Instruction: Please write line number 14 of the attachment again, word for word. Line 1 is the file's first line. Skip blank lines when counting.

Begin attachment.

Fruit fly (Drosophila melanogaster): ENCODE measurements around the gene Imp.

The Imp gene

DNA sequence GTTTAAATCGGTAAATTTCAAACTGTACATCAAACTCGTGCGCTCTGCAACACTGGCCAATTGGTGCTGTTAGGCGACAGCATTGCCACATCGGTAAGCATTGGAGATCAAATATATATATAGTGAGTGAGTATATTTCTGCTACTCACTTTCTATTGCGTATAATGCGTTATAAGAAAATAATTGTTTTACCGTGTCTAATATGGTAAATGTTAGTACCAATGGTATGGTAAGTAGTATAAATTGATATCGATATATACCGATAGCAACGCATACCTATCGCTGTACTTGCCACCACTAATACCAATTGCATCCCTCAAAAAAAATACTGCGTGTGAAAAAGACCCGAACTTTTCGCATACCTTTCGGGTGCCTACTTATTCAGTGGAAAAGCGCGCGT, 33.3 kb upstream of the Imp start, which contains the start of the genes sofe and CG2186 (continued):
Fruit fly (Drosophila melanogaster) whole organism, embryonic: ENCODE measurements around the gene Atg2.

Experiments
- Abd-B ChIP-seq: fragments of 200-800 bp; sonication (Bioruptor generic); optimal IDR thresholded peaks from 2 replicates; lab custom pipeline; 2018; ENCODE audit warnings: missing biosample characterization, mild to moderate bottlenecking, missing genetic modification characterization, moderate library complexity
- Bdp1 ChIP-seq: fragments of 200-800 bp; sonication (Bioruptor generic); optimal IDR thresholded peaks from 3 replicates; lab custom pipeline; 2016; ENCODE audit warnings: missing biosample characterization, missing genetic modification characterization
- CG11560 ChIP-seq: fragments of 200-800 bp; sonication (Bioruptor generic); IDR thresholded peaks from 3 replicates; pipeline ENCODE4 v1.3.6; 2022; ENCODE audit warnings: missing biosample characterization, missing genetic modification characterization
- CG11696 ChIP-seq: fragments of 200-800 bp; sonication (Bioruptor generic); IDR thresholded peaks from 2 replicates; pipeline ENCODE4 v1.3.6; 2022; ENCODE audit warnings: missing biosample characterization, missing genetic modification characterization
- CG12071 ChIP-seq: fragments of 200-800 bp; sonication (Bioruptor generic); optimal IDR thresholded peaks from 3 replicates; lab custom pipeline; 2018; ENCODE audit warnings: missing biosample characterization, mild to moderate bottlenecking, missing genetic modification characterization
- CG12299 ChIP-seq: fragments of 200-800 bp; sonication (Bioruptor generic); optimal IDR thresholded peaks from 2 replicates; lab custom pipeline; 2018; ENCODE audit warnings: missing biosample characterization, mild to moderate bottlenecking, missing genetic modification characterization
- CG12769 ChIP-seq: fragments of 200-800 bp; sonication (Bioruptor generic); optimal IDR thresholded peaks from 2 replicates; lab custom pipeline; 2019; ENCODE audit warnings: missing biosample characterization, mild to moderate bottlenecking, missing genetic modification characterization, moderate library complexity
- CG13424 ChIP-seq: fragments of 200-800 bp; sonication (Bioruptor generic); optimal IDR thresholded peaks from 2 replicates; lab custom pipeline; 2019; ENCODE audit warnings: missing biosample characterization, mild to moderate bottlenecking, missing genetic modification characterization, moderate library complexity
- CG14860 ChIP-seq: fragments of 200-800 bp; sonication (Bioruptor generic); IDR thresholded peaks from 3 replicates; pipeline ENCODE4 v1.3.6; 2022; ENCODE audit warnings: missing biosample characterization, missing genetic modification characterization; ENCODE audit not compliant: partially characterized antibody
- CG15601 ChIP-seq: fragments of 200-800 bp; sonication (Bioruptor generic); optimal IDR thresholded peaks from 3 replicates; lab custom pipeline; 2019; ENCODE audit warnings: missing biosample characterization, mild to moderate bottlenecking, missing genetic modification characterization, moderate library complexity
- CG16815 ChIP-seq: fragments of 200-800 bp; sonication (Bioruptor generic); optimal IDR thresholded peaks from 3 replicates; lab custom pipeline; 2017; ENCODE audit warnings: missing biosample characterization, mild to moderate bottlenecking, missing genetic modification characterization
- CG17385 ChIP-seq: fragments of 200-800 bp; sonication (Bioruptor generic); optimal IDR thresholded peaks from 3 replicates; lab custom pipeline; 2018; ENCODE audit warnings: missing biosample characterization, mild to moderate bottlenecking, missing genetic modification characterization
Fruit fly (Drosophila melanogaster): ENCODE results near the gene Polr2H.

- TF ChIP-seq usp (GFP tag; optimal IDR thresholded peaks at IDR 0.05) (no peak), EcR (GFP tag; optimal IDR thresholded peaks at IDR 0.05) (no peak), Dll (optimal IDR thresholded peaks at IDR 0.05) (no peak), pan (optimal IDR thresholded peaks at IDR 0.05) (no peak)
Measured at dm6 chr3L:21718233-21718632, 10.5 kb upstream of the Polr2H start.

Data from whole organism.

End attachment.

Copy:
- CG14860 ChIP-seq: fragments of 200-800 bp; sonication (Bioruptor generic); IDR thresholded peaks from 3 replicates; pipeline ENCODE4 v1.3.6; 2022; ENCODE audit warnings: missing biosample characterization, missing genetic modification characterization; ENCODE audit not compliant: partially characterized antibody